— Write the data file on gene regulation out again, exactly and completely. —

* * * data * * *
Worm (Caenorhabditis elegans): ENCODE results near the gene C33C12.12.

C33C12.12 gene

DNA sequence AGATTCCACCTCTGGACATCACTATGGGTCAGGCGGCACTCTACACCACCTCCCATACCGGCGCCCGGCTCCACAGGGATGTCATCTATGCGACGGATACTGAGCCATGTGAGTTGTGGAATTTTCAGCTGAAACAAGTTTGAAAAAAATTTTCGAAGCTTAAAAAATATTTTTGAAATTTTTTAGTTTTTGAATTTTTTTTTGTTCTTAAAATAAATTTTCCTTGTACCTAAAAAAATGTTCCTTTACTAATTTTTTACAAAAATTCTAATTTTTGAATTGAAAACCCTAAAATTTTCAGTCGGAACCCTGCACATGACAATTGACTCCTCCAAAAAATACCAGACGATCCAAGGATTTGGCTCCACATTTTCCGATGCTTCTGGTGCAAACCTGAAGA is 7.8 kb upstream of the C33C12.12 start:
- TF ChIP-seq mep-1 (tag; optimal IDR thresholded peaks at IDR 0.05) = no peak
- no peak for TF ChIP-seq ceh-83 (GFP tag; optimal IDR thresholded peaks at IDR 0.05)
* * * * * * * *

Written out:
Worm (Caenorhabditis elegans): ENCODE results near the gene C33C12.12.

C33C12.12 gene

DNA sequence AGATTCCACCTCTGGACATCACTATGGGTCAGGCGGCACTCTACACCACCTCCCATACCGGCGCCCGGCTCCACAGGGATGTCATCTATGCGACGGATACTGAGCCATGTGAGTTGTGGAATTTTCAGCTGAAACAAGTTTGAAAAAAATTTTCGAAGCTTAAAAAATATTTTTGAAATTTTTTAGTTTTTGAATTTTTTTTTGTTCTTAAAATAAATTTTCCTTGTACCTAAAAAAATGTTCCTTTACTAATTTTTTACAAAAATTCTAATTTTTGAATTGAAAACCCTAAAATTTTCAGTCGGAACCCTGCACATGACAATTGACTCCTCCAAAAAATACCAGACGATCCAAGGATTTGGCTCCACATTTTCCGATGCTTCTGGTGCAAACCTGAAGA is 7.8 kb upstream of the C33C12.12 start:
- TF ChIP-seq mep-1 (tag; optimal IDR thresholded peaks at IDR 0.05) = no peak
- no peak for TF ChIP-seq ceh-83 (GFP tag; optimal IDR thresholded peaks at IDR 0.05)